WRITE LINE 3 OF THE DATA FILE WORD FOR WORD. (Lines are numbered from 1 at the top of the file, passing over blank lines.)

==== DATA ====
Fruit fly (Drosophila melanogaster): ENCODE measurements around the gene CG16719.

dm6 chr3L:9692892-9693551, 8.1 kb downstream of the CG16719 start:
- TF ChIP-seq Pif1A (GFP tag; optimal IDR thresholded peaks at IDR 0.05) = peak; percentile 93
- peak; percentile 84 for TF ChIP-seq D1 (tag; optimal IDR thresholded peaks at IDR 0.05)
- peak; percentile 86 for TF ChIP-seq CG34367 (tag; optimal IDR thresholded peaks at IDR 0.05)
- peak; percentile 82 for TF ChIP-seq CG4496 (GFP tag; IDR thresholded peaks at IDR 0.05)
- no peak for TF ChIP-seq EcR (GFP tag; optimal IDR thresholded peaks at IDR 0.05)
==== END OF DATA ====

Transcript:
- TF ChIP-seq Pif1A (GFP tag; optimal IDR thresholded peaks at IDR 0.05) = peak; percentile 93